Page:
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Systemic Risk and the Great Depression

Sanjiv R. Das, Kris James Mitchener and Angela Vossmeyer

No 7425, CESifo Working Paper Series from CESifo Group Munich

Abstract: We employ a unique hand-collected dataset and a novel methodology to examine systemic risk before and after the largest U.S. banking crisis of the 20th century. Our systemic risk measure captures both the credit risk of an individual bank as well as a bank’s position in the network. We construct linkages between all U.S. commercial banks in 1929 and 1934 so that we can measure how predisposed the entire network was to risk, where risk was concentrated, and how the failure of more than 9,000 banks during the Great Depression altered risk in the network. We find that the pyramid structure of the commercial banking system (i.e., the network’s topology) created more inherent fragility, but systemic risk was nevertheless fairly dispersed throughout banks in 1929, with the top 20 banks contributing roughly 18% of total systemic risk. The massive banking crisis that occurred between 1930{33 raised systemic risk per bank by 33% and increased the riskiness of the very largest banks in the system. We use Bayesian methods to demonstrate that when network measures, such as eigenvector centrality and a bank’s systemic risk contribution, are combined with balance sheet data capturing ex ante bank default risk, they strongly predict bank survivorship in 1934.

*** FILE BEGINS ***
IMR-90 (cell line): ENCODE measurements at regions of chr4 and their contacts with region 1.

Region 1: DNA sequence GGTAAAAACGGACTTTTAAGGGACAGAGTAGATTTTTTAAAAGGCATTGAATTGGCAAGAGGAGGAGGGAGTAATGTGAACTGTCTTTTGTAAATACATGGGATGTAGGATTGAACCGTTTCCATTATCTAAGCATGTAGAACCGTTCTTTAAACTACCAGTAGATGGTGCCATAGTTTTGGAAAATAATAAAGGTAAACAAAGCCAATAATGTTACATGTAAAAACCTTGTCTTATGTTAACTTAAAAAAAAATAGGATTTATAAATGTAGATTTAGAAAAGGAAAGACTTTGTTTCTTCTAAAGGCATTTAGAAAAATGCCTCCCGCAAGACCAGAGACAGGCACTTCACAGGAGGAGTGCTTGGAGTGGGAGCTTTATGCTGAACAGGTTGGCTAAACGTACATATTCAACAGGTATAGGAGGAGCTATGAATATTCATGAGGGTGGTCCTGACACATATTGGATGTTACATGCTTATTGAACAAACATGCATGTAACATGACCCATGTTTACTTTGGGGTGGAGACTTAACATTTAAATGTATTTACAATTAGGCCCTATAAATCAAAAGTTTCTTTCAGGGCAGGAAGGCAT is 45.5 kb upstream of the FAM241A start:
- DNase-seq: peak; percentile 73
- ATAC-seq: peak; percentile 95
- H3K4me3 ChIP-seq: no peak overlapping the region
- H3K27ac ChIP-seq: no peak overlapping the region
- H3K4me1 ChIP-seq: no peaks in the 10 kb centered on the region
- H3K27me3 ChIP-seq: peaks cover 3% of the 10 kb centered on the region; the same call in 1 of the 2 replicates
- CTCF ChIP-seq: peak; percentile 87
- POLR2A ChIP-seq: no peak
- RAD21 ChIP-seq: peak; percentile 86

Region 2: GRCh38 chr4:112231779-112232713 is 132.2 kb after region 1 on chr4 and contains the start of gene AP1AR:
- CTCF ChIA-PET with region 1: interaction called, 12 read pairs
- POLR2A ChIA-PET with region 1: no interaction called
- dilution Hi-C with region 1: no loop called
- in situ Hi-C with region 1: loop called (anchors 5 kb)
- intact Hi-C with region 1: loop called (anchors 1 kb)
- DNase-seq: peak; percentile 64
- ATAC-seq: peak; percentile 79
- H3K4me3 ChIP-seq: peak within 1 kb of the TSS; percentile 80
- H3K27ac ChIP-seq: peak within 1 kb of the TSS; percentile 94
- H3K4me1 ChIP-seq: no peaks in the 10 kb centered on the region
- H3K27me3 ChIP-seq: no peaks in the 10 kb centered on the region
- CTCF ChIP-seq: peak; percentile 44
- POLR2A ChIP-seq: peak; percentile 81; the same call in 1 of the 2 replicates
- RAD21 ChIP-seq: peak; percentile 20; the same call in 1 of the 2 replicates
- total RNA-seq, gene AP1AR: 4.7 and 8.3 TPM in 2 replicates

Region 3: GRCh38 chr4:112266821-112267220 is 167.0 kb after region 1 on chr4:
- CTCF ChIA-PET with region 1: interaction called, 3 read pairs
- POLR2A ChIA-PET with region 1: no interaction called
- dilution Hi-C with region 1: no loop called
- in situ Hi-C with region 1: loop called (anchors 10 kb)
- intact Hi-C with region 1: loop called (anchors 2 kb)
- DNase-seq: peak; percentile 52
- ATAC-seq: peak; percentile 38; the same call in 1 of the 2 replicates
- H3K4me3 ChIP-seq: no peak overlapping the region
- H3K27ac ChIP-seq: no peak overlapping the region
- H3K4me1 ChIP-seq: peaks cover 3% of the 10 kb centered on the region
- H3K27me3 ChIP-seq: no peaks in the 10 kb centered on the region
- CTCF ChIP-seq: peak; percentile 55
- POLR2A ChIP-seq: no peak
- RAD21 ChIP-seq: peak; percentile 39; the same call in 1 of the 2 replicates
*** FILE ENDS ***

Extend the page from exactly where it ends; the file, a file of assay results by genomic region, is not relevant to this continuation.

Keywords: systemic risk; banking networks; Great Depression; Global Financial Crisis; marginal likelihood (search for similar items in EconPapers)
JEL-codes: L10 N20 (search for similar items in EconPapers)
New Economics Papers: this item is included in nep-ban, nep-his and nep-rmg
Date: 2018
References: View references in EconPapers View complete reference list from CitEc
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